Plates is the new photo-sharing app offering an alternative to Instagram

It’s no secret that Instagram recently went bankrupt, but Plates could be the next big thing. Recent updates and the way the Insta algorithm favors reels over the rest have forced photographers to find alternative platforms to share their photos where their own hard work and creativity won’t be overshadowed by an influencer with a Pretty Little Thing brand.

Plates, like Instagram, work in a grid system, only you can organize your photos into different albums – or should we say plates. These albums are displayed on your profile grid and you can choose whether you want them to be public or private or protected.

You can add as many photos as you want to each plate – although you can only add 10 at a time. Users can choose to subscribe to specific interest plaques and can also follow curators, but you don’t have to. If you just like a particular album on a creator’s page, you can choose to only see the content when it’s added to that plate rather than everything they post.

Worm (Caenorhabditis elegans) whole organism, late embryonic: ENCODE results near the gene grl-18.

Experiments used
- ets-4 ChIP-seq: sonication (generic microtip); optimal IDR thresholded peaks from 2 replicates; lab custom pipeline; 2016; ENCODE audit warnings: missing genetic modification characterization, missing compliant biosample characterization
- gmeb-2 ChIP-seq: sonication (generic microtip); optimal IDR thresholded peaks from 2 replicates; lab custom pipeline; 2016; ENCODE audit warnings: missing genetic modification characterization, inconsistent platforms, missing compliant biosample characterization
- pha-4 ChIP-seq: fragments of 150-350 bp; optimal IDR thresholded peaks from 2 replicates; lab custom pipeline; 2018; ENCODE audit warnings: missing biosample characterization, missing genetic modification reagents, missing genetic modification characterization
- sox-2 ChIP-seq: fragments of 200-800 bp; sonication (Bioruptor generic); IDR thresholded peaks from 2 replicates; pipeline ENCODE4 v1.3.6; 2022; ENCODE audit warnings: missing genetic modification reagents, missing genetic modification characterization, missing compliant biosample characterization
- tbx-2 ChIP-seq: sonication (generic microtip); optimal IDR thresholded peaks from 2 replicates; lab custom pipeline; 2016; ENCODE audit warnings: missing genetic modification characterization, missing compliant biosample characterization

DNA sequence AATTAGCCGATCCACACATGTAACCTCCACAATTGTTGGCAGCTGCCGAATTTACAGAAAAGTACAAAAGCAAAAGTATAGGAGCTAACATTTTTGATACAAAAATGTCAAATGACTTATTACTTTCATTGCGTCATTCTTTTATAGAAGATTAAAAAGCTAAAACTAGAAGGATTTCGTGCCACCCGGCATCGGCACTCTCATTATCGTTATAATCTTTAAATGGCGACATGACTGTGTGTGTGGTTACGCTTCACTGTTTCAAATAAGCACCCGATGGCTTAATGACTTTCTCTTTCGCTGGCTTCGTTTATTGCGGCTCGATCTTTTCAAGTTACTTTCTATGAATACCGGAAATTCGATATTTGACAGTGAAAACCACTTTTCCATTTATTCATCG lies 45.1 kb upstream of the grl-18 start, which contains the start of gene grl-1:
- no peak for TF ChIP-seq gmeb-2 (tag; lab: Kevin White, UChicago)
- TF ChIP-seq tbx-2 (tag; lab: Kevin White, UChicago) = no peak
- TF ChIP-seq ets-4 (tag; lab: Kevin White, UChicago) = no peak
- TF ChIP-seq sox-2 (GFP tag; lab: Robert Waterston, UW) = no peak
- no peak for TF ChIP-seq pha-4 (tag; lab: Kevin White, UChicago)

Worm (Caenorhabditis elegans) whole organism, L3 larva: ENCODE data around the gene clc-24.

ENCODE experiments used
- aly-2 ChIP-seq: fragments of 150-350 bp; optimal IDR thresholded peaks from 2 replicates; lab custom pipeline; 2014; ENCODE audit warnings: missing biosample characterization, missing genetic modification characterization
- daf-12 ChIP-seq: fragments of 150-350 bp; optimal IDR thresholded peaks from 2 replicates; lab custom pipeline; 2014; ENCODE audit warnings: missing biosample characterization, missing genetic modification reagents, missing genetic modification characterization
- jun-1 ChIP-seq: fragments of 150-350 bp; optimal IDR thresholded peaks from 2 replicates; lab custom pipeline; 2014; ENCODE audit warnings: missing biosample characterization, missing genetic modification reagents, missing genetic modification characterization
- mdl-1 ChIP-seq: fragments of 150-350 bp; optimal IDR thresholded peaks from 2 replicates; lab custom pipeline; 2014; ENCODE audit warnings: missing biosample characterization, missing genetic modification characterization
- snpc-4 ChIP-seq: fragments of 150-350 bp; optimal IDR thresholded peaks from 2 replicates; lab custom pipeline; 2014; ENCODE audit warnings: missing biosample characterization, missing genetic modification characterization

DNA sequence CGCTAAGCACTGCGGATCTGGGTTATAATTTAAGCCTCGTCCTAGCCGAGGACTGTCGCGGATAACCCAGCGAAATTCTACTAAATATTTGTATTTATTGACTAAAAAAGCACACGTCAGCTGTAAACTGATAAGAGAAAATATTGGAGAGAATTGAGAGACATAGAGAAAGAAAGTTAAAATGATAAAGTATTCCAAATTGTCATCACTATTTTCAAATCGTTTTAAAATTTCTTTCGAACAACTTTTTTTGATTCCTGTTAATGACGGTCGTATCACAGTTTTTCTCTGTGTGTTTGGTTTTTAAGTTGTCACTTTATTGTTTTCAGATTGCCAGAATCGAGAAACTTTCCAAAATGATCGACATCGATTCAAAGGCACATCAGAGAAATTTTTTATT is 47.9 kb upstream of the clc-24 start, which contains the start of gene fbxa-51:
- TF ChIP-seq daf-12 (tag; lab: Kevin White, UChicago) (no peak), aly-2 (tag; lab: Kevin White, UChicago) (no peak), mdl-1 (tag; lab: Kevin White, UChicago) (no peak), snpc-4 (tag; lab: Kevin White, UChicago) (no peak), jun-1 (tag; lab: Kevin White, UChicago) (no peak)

I only use plates (opens in a new tab) for a few hours but I already like its organization and the ease with which it is possible to discover other creative people. It’s not the prettiest app if I’m being honest and it feels a bit clunky, but that’s something that could easily change.

With Instagram still etched in my mind and in my life, it’s hard not to compare all the other photo apps that exist or will exist. Despite how much I don’t like making reels or how much Instagram prefers them over photo content, Insta’s design has the upper hand. It’s great to be able to organize photos into albums, but it does make your homepage a little messy.

One feature I really like is that you can see which plates other people have joined. So if, for example, you find a really inspiring creative whose work you love, you can see if they’ve subscribed to any plates that might also interest and inspire you.

It’s still early days for Plates, but I’ve seen a lot of photographers jump ship and go, especially if Instagram continues to prioritize video content over photos. Not all photographers want to spend hours shooting reels just to get noticed, but with Plates, none of that. I’m not deleting my Instagram account yet, but I will be using both platforms.

Social media enthusiast? Want to improve your content creation? Check best cameras for instagram (opens in a new tab) and the best camera for tiktok (opens in a new tab)as good as best cameras for vlogging (opens in a new tab).

Jack C. Nugent